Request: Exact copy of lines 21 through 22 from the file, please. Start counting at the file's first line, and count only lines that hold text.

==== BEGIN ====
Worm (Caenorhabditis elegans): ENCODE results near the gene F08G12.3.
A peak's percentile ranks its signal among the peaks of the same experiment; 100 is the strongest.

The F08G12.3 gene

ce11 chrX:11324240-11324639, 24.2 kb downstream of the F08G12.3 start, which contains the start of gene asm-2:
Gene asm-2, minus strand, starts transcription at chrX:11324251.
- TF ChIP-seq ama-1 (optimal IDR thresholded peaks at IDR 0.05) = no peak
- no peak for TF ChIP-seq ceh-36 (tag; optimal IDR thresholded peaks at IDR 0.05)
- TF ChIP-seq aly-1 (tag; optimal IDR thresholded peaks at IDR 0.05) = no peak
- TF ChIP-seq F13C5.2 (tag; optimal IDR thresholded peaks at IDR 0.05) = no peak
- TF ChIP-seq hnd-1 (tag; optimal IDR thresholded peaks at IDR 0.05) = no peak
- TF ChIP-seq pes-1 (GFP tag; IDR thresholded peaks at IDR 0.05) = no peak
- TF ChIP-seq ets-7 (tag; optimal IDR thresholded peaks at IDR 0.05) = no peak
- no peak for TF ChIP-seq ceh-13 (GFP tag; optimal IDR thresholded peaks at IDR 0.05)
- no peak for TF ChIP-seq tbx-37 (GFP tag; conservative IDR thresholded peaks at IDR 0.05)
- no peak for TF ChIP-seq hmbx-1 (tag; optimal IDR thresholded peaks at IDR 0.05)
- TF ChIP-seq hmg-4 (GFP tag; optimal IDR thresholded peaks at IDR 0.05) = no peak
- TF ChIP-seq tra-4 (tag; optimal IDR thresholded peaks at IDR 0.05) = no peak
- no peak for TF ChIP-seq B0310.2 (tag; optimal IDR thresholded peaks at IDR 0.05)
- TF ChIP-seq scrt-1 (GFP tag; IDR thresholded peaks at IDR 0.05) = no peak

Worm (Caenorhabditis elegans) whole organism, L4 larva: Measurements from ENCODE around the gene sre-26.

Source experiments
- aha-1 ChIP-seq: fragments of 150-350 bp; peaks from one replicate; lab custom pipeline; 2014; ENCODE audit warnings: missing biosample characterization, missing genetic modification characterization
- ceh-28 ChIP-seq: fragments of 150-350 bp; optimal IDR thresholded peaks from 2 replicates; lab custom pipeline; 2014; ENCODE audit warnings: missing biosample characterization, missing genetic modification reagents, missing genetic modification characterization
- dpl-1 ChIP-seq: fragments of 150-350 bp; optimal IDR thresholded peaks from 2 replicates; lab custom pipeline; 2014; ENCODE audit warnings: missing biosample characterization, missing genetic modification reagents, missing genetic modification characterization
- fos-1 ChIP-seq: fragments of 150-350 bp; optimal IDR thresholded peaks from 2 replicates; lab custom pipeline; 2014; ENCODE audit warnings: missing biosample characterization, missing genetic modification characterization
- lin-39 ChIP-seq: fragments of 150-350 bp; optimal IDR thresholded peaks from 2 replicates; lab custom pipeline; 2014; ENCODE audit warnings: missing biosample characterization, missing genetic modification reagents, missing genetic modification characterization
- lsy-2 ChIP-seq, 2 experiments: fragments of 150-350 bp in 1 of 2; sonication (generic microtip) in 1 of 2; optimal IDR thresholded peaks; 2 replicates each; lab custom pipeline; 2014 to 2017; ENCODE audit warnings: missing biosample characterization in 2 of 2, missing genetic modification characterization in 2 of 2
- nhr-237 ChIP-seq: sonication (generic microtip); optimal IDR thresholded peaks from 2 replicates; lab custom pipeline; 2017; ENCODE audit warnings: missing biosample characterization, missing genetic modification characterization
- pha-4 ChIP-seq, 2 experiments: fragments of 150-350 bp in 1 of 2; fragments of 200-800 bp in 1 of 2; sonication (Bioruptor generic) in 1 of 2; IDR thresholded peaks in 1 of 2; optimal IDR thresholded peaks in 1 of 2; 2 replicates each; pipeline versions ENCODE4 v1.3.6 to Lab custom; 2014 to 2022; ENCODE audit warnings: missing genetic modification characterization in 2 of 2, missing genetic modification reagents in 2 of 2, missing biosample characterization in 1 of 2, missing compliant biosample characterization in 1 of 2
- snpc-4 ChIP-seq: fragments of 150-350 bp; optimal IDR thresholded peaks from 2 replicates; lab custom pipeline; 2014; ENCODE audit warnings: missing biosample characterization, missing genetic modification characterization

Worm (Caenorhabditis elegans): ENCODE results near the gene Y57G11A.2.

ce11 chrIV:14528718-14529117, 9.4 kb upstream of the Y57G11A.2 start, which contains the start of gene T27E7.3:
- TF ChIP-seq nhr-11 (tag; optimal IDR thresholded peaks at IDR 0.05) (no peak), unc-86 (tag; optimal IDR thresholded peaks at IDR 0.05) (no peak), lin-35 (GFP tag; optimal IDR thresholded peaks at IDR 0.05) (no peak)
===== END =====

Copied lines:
Source experiments
- aha-1 ChIP-seq: fragments of 150-350 bp; peaks from one replicate; lab custom pipeline; 2014; ENCODE audit warnings: missing biosample characterization, missing genetic modification characterization